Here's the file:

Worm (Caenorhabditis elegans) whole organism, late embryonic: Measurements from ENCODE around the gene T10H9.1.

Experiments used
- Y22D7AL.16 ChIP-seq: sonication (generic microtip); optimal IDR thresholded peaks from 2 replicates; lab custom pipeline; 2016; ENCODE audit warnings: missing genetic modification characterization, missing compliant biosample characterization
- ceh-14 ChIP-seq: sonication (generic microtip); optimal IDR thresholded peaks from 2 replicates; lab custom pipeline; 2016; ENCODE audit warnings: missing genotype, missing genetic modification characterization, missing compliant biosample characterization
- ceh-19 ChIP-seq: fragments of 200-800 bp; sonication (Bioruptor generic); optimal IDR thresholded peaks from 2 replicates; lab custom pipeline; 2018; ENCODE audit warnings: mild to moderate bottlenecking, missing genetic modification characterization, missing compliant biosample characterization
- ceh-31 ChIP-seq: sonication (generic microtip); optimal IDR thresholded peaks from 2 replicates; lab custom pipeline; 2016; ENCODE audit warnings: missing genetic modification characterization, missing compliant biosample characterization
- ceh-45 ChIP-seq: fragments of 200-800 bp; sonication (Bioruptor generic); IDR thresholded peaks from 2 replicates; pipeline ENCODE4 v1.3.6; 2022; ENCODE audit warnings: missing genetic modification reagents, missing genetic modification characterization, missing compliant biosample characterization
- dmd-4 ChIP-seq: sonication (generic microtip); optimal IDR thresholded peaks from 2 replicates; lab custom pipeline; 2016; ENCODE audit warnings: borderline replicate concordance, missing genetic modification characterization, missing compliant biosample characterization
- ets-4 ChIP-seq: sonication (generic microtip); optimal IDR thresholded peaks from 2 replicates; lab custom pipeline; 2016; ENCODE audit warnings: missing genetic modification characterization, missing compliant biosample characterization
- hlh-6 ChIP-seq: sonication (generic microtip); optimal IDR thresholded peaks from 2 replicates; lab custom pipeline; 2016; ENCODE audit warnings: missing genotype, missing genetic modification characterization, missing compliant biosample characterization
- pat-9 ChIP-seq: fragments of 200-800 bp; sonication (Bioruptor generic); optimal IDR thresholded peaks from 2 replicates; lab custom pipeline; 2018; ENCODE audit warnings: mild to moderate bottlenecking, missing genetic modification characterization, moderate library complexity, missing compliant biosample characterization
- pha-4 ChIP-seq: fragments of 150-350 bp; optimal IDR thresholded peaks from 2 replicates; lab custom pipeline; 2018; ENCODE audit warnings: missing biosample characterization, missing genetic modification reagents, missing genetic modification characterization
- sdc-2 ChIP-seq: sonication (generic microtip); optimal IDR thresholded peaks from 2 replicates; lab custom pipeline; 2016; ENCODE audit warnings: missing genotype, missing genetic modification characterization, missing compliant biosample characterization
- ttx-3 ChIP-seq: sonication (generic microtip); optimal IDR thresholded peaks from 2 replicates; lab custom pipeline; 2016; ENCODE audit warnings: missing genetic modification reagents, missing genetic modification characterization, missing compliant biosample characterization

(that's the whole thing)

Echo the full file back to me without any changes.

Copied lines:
Worm (Caenorhabditis elegans) whole organism, late embryonic: Measurements from ENCODE around the gene T10H9.1.

Experiments used
- Y22D7AL.16 ChIP-seq: sonication (generic microtip); optimal IDR thresholded peaks from 2 replicates; lab custom pipeline; 2016; ENCODE audit warnings: missing genetic modification characterization, missing compliant biosample characterization
- ceh-14 ChIP-seq: sonication (generic microtip); optimal IDR thresholded peaks from 2 replicates; lab custom pipeline; 2016; ENCODE audit warnings: missing genotype, missing genetic modification characterization, missing compliant biosample characterization
- ceh-19 ChIP-seq: fragments of 200-800 bp; sonication (Bioruptor generic); optimal IDR thresholded peaks from 2 replicates; lab custom pipeline; 2018; ENCODE audit warnings: mild to moderate bottlenecking, missing genetic modification characterization, missing compliant biosample characterization
- ceh-31 ChIP-seq: sonication (generic microtip); optimal IDR thresholded peaks from 2 replicates; lab custom pipeline; 2016; ENCODE audit warnings: missing genetic modification characterization, missing compliant biosample characterization
- ceh-45 ChIP-seq: fragments of 200-800 bp; sonication (Bioruptor generic); IDR thresholded peaks from 2 replicates; pipeline ENCODE4 v1.3.6; 2022; ENCODE audit warnings: missing genetic modification reagents, missing genetic modification characterization, missing compliant biosample characterization
- dmd-4 ChIP-seq: sonication (generic microtip); optimal IDR thresholded peaks from 2 replicates; lab custom pipeline; 2016; ENCODE audit warnings: borderline replicate concordance, missing genetic modification characterization, missing compliant biosample characterization
- ets-4 ChIP-seq: sonication (generic microtip); optimal IDR thresholded peaks from 2 replicates; lab custom pipeline; 2016; ENCODE audit warnings: missing genetic modification characterization, missing compliant biosample characterization
- hlh-6 ChIP-seq: sonication (generic microtip); optimal IDR thresholded peaks from 2 replicates; lab custom pipeline; 2016; ENCODE audit warnings: missing genotype, missing genetic modification characterization, missing compliant biosample characterization
- pat-9 ChIP-seq: fragments of 200-800 bp; sonication (Bioruptor generic); optimal IDR thresholded peaks from 2 replicates; lab custom pipeline; 2018; ENCODE audit warnings: mild to moderate bottlenecking, missing genetic modification characterization, moderate library complexity, missing compliant biosample characterization
- pha-4 ChIP-seq: fragments of 150-350 bp; optimal IDR thresholded peaks from 2 replicates; lab custom pipeline; 2018; ENCODE audit warnings: missing biosample characterization, missing genetic modification reagents, missing genetic modification characterization
- sdc-2 ChIP-seq: sonication (generic microtip); optimal IDR thresholded peaks from 2 replicates; lab custom pipeline; 2016; ENCODE audit warnings: missing genotype, missing genetic modification characterization, missing compliant biosample characterization
- ttx-3 ChIP-seq: sonication (generic microtip); optimal IDR thresholded peaks from 2 replicates; lab custom pipeline; 2016; ENCODE audit warnings: missing genetic modification reagents, missing genetic modification characterization, missing compliant biosample characterization